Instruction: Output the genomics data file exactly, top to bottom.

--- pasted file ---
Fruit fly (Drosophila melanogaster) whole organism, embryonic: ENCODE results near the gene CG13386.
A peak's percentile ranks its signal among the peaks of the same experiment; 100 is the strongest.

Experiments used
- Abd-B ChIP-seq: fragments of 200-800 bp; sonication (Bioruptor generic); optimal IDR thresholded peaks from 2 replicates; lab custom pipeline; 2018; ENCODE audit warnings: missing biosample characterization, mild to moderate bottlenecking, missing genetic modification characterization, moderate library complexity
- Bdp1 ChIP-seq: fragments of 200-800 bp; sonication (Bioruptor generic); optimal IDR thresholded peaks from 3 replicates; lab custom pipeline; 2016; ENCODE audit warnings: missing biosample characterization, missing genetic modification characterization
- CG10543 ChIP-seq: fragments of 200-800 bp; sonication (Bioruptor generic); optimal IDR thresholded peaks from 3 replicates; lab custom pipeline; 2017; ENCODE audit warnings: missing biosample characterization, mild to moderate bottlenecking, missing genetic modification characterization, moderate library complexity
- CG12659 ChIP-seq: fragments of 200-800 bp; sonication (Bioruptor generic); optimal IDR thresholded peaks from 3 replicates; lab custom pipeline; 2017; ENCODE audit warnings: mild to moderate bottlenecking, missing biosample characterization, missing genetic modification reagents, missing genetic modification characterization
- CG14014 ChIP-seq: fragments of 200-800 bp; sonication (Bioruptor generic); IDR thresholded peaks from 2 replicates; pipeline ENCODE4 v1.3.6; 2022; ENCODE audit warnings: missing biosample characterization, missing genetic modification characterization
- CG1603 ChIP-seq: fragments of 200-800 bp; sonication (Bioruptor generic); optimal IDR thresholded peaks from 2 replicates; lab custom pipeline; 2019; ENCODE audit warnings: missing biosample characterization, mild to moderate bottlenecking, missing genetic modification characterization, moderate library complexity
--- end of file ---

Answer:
Fruit fly (Drosophila melanogaster) whole organism, embryonic: ENCODE results near the gene CG13386.
A peak's percentile ranks its signal among the peaks of the same experiment; 100 is the strongest.

Experiments used
- Abd-B ChIP-seq: fragments of 200-800 bp; sonication (Bioruptor generic); optimal IDR thresholded peaks from 2 replicates; lab custom pipeline; 2018; ENCODE audit warnings: missing biosample characterization, mild to moderate bottlenecking, missing genetic modification characterization, moderate library complexity
- Bdp1 ChIP-seq: fragments of 200-800 bp; sonication (Bioruptor generic); optimal IDR thresholded peaks from 3 replicates; lab custom pipeline; 2016; ENCODE audit warnings: missing biosample characterization, missing genetic modification characterization
- CG10543 ChIP-seq: fragments of 200-800 bp; sonication (Bioruptor generic); optimal IDR thresholded peaks from 3 replicates; lab custom pipeline; 2017; ENCODE audit warnings: missing biosample characterization, mild to moderate bottlenecking, missing genetic modification characterization, moderate library complexity
- CG12659 ChIP-seq: fragments of 200-800 bp; sonication (Bioruptor generic); optimal IDR thresholded peaks from 3 replicates; lab custom pipeline; 2017; ENCODE audit warnings: mild to moderate bottlenecking, missing biosample characterization, missing genetic modification reagents, missing genetic modification characterization
- CG14014 ChIP-seq: fragments of 200-800 bp; sonication (Bioruptor generic); IDR thresholded peaks from 2 replicates; pipeline ENCODE4 v1.3.6; 2022; ENCODE audit warnings: missing biosample characterization, missing genetic modification characterization
- CG1603 ChIP-seq: fragments of 200-800 bp; sonication (Bioruptor generic); optimal IDR thresholded peaks from 2 replicates; lab custom pipeline; 2019; ENCODE audit warnings: missing biosample characterization, mild to moderate bottlenecking, missing genetic modification characterization, moderate library complexity